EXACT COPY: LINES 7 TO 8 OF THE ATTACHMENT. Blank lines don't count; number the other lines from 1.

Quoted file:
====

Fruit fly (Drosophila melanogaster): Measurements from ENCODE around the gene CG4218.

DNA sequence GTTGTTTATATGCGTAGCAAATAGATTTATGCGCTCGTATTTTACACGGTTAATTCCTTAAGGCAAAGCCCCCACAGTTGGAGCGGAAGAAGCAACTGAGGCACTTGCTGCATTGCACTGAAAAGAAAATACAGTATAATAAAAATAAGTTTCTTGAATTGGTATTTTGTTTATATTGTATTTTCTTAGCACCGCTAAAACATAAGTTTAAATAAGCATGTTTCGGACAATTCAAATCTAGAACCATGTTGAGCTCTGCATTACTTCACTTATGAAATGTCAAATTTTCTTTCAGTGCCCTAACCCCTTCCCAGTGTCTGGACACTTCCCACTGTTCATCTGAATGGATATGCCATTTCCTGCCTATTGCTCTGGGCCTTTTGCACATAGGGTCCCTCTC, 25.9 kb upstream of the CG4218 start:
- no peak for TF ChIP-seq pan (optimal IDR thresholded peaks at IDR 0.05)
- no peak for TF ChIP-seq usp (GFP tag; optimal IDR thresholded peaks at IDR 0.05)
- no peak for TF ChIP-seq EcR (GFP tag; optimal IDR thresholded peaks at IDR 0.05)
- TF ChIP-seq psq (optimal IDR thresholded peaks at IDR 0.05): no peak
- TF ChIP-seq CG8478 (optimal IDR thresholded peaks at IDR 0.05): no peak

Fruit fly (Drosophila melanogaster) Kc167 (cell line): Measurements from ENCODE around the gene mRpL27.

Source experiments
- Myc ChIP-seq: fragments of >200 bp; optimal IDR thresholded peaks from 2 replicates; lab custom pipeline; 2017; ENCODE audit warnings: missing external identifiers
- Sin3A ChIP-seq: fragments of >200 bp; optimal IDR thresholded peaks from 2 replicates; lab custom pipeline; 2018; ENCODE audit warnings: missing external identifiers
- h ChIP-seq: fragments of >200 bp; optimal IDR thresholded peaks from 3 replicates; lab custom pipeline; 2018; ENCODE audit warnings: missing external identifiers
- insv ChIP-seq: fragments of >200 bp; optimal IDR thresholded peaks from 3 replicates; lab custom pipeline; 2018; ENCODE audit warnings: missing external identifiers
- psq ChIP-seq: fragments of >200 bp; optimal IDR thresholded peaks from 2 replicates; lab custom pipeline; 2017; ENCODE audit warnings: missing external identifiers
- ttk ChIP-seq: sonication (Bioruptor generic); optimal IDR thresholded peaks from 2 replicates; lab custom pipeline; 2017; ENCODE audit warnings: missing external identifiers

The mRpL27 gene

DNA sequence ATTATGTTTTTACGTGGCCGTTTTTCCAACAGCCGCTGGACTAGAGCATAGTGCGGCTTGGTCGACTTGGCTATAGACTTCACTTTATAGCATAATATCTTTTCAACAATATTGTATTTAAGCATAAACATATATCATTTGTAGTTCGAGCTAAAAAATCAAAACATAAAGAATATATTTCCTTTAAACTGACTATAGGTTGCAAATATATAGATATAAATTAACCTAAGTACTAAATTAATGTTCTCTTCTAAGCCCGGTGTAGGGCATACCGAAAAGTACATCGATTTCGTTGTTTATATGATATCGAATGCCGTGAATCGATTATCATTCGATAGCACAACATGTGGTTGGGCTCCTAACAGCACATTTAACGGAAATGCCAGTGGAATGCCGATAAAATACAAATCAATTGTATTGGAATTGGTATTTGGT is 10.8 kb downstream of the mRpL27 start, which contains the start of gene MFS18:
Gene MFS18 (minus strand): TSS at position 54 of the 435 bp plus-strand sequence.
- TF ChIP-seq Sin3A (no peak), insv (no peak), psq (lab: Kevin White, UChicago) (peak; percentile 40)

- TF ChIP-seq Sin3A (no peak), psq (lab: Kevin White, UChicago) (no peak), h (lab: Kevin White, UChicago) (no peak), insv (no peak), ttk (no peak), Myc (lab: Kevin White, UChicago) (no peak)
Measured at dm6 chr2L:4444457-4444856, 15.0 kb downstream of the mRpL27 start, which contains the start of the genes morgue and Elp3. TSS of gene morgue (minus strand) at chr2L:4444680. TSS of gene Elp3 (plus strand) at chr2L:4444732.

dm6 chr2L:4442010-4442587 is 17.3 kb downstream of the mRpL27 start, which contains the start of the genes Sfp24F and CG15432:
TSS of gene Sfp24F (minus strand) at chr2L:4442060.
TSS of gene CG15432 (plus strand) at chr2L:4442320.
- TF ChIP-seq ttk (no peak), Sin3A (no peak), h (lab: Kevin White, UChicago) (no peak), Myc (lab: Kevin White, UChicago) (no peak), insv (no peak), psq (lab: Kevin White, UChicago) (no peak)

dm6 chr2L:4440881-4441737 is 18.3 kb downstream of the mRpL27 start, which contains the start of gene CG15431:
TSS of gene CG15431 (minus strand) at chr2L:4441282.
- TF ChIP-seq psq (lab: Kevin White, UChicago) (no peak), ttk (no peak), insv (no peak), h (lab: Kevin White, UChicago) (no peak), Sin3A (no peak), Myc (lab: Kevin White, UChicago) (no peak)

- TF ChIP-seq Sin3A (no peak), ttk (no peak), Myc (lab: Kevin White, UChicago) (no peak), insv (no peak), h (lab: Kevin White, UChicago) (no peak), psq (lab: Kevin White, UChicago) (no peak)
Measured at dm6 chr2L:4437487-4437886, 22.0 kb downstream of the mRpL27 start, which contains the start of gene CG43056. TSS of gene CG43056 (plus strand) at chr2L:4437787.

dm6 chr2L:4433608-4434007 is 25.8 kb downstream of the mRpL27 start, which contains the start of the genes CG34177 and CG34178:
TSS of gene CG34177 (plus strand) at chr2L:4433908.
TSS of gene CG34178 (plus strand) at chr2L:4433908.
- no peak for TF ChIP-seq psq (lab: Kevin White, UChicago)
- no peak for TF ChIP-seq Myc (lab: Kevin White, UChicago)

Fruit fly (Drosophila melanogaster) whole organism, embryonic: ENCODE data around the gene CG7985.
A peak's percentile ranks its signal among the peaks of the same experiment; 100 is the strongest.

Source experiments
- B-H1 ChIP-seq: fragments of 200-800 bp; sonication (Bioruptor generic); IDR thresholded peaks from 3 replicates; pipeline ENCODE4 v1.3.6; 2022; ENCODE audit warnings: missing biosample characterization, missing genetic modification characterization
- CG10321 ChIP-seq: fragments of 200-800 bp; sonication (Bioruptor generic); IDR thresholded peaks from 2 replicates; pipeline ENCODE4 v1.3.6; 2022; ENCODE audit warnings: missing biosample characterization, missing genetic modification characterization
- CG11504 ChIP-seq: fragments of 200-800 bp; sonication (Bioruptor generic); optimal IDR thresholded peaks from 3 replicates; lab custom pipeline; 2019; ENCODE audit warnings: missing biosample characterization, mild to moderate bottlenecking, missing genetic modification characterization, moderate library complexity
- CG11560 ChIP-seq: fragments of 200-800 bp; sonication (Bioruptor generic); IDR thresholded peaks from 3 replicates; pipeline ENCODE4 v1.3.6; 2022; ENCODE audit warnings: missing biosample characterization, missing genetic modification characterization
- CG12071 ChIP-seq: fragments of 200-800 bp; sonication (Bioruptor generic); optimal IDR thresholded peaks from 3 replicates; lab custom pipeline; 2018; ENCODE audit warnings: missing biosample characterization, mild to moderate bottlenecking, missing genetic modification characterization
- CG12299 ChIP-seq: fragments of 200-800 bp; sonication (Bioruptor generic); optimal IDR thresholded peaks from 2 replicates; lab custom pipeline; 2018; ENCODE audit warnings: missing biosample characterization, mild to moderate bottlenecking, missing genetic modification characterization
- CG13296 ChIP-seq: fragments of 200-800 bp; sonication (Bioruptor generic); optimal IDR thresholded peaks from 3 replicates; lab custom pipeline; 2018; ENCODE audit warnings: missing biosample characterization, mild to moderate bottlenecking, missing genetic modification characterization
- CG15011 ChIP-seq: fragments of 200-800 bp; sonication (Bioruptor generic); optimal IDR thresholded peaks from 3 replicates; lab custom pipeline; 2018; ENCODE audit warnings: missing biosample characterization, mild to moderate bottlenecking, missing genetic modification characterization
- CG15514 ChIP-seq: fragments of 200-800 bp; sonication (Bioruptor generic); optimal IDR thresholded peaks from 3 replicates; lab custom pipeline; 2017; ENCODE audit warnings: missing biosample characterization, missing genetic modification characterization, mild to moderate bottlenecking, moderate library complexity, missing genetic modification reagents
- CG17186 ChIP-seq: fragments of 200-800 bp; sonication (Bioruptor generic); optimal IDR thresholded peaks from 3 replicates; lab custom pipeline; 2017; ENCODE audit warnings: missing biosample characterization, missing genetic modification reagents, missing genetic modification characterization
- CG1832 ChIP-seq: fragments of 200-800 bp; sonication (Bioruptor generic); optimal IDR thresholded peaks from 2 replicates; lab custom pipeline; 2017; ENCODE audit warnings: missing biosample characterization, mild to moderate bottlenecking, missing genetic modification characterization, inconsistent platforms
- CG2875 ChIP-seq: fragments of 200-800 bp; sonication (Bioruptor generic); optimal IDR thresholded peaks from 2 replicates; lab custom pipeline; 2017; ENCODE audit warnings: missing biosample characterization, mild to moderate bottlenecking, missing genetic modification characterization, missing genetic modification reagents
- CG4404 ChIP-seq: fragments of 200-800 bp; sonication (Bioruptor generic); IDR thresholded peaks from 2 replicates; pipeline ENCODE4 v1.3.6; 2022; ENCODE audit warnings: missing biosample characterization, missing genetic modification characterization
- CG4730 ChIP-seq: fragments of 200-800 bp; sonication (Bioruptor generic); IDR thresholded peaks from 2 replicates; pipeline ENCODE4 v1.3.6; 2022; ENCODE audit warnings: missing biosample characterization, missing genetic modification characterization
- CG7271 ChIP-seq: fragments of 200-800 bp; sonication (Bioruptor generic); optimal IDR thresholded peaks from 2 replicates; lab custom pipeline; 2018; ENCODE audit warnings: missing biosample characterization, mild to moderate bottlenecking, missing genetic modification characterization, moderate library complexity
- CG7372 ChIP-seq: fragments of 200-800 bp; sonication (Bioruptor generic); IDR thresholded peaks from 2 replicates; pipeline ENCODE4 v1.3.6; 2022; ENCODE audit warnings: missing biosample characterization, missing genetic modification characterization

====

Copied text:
- TF ChIP-seq CG8478 (optimal IDR thresholded peaks at IDR 0.05): no peak

Fruit fly (Drosophila melanogaster) Kc167 (cell line): Measurements from ENCODE around the gene mRpL27.